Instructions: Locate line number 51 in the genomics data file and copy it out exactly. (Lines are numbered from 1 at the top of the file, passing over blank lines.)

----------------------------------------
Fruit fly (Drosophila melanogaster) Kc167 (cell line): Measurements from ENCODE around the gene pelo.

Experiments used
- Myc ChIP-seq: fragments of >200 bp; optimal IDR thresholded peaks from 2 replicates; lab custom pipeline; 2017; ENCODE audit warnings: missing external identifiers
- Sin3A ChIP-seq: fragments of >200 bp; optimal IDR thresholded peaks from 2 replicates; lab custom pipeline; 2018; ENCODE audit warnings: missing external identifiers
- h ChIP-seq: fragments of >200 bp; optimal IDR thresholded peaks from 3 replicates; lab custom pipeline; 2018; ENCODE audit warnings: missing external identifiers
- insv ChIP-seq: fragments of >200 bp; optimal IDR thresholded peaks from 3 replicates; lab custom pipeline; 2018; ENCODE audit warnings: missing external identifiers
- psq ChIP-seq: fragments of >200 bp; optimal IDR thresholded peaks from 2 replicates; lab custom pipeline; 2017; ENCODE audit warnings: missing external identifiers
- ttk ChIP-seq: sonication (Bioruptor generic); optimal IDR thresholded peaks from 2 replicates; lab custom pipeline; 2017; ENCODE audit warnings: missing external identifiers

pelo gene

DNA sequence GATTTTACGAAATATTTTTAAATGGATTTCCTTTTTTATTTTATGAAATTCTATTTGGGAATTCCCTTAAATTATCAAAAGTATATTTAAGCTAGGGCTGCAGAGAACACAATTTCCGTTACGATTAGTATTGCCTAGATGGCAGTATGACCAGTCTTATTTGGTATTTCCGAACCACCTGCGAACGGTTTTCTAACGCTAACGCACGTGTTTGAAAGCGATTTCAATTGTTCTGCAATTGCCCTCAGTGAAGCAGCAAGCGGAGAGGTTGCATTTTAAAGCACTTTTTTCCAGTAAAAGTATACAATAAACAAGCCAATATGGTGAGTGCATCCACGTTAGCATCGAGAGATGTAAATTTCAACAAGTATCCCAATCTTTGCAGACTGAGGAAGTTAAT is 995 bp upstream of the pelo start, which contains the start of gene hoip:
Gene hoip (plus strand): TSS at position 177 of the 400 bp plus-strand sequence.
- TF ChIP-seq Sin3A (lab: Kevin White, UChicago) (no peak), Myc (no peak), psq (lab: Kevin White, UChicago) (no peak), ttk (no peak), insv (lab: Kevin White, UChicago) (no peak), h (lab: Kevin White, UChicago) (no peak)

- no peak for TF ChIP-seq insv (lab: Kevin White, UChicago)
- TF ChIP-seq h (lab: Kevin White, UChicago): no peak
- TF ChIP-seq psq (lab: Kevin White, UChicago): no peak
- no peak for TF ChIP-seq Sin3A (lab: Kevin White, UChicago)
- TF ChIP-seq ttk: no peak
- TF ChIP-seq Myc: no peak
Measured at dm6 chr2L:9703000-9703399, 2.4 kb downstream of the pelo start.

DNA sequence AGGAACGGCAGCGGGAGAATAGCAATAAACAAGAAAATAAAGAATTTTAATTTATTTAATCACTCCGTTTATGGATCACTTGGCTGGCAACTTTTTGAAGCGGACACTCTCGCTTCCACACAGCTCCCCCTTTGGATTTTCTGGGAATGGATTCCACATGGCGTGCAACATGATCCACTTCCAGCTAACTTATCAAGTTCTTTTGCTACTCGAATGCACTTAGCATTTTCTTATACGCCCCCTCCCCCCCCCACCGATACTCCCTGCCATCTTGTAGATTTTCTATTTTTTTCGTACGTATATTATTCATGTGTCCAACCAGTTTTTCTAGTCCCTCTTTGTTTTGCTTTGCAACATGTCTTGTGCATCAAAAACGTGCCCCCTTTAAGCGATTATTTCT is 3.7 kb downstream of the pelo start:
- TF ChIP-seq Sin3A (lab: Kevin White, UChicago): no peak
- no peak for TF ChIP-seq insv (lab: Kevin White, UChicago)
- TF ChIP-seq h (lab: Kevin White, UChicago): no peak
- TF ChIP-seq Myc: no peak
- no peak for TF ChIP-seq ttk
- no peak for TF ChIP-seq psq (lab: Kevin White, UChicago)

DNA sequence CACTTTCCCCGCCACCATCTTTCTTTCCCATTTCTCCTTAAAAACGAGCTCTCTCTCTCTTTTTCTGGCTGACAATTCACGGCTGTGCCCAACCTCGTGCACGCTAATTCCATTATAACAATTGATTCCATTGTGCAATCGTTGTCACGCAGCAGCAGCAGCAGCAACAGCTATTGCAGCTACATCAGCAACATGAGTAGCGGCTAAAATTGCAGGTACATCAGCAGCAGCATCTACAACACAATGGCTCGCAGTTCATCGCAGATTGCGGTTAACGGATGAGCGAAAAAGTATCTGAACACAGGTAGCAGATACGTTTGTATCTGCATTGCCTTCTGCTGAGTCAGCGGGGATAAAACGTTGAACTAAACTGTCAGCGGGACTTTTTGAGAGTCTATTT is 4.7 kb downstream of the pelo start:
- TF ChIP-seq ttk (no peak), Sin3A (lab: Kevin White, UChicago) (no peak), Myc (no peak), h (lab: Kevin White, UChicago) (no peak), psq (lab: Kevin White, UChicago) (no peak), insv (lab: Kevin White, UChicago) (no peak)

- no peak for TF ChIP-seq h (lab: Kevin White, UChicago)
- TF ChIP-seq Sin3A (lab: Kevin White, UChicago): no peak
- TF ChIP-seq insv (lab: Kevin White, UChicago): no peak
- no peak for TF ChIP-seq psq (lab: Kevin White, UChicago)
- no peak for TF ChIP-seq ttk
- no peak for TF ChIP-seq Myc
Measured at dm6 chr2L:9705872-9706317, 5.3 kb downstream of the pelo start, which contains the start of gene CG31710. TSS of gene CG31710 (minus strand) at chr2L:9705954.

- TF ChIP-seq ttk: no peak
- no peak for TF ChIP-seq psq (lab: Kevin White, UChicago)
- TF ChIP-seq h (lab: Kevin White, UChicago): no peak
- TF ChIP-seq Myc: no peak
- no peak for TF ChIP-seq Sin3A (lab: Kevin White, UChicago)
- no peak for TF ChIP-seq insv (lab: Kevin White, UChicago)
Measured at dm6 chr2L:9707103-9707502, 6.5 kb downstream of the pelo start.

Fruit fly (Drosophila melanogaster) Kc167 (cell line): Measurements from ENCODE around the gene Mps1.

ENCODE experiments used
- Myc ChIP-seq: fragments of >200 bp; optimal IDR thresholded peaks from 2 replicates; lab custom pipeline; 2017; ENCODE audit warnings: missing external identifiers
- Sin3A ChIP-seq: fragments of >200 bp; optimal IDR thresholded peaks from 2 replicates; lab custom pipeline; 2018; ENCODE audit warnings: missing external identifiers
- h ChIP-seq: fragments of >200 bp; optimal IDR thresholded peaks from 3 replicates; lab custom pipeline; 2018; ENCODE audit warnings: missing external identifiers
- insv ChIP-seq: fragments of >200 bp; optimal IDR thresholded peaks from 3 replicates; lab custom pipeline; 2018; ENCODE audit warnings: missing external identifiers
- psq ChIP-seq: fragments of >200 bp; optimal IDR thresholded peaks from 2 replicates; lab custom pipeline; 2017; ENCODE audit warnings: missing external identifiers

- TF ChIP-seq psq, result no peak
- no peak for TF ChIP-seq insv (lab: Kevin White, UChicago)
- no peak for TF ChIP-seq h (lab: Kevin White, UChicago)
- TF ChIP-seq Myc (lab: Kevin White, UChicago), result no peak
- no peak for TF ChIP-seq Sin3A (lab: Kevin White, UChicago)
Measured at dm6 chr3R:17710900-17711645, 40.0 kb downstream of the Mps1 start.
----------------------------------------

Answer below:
- no peak for TF ChIP-seq insv (lab: Kevin White, UChicago)